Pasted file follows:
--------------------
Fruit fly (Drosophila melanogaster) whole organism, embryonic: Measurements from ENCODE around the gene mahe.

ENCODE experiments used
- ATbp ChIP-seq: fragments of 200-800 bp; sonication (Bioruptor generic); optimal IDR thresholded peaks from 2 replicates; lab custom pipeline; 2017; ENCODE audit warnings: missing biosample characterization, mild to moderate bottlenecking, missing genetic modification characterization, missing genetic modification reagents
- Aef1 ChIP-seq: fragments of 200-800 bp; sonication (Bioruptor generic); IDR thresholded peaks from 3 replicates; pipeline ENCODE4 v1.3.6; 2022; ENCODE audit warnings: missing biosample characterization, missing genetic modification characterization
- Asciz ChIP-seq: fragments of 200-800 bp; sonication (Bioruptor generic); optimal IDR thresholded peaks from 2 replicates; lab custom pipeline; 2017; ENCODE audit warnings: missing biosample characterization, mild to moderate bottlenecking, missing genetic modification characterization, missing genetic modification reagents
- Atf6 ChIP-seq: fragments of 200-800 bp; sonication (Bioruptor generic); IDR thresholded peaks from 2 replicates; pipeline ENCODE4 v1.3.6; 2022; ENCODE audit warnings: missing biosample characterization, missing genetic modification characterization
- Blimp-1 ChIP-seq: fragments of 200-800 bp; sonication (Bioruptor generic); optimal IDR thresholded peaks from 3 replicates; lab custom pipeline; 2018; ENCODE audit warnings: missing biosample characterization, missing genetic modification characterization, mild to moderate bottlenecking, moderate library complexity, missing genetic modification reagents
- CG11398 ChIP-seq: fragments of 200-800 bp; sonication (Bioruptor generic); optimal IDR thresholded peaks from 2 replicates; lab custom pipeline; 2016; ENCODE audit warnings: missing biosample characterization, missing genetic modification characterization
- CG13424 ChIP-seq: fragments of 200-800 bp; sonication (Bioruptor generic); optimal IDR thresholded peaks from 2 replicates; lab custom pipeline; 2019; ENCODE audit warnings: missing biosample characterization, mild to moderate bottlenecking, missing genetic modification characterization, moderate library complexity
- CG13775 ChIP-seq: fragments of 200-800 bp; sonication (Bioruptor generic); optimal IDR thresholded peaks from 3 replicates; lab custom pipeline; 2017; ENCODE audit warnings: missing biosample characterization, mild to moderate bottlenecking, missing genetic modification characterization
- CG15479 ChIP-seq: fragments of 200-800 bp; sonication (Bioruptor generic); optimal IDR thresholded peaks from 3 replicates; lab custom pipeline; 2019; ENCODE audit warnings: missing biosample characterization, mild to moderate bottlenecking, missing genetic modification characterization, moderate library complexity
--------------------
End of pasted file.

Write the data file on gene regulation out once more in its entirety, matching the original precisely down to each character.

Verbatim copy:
Fruit fly (Drosophila melanogaster) whole organism, embryonic: Measurements from ENCODE around the gene mahe.

ENCODE experiments used
- ATbp ChIP-seq: fragments of 200-800 bp; sonication (Bioruptor generic); optimal IDR thresholded peaks from 2 replicates; lab custom pipeline; 2017; ENCODE audit warnings: missing biosample characterization, mild to moderate bottlenecking, missing genetic modification characterization, missing genetic modification reagents
- Aef1 ChIP-seq: fragments of 200-800 bp; sonication (Bioruptor generic); IDR thresholded peaks from 3 replicates; pipeline ENCODE4 v1.3.6; 2022; ENCODE audit warnings: missing biosample characterization, missing genetic modification characterization
- Asciz ChIP-seq: fragments of 200-800 bp; sonication (Bioruptor generic); optimal IDR thresholded peaks from 2 replicates; lab custom pipeline; 2017; ENCODE audit warnings: missing biosample characterization, mild to moderate bottlenecking, missing genetic modification characterization, missing genetic modification reagents
- Atf6 ChIP-seq: fragments of 200-800 bp; sonication (Bioruptor generic); IDR thresholded peaks from 2 replicates; pipeline ENCODE4 v1.3.6; 2022; ENCODE audit warnings: missing biosample characterization, missing genetic modification characterization
- Blimp-1 ChIP-seq: fragments of 200-800 bp; sonication (Bioruptor generic); optimal IDR thresholded peaks from 3 replicates; lab custom pipeline; 2018; ENCODE audit warnings: missing biosample characterization, missing genetic modification characterization, mild to moderate bottlenecking, moderate library complexity, missing genetic modification reagents
- CG11398 ChIP-seq: fragments of 200-800 bp; sonication (Bioruptor generic); optimal IDR thresholded peaks from 2 replicates; lab custom pipeline; 2016; ENCODE audit warnings: missing biosample characterization, missing genetic modification characterization
- CG13424 ChIP-seq: fragments of 200-800 bp; sonication (Bioruptor generic); optimal IDR thresholded peaks from 2 replicates; lab custom pipeline; 2019; ENCODE audit warnings: missing biosample characterization, mild to moderate bottlenecking, missing genetic modification characterization, moderate library complexity
- CG13775 ChIP-seq: fragments of 200-800 bp; sonication (Bioruptor generic); optimal IDR thresholded peaks from 3 replicates; lab custom pipeline; 2017; ENCODE audit warnings: missing biosample characterization, mild to moderate bottlenecking, missing genetic modification characterization
- CG15479 ChIP-seq: fragments of 200-800 bp; sonication (Bioruptor generic); optimal IDR thresholded peaks from 3 replicates; lab custom pipeline; 2019; ENCODE audit warnings: missing biosample characterization, mild to moderate bottlenecking, missing genetic modification characterization, moderate library complexity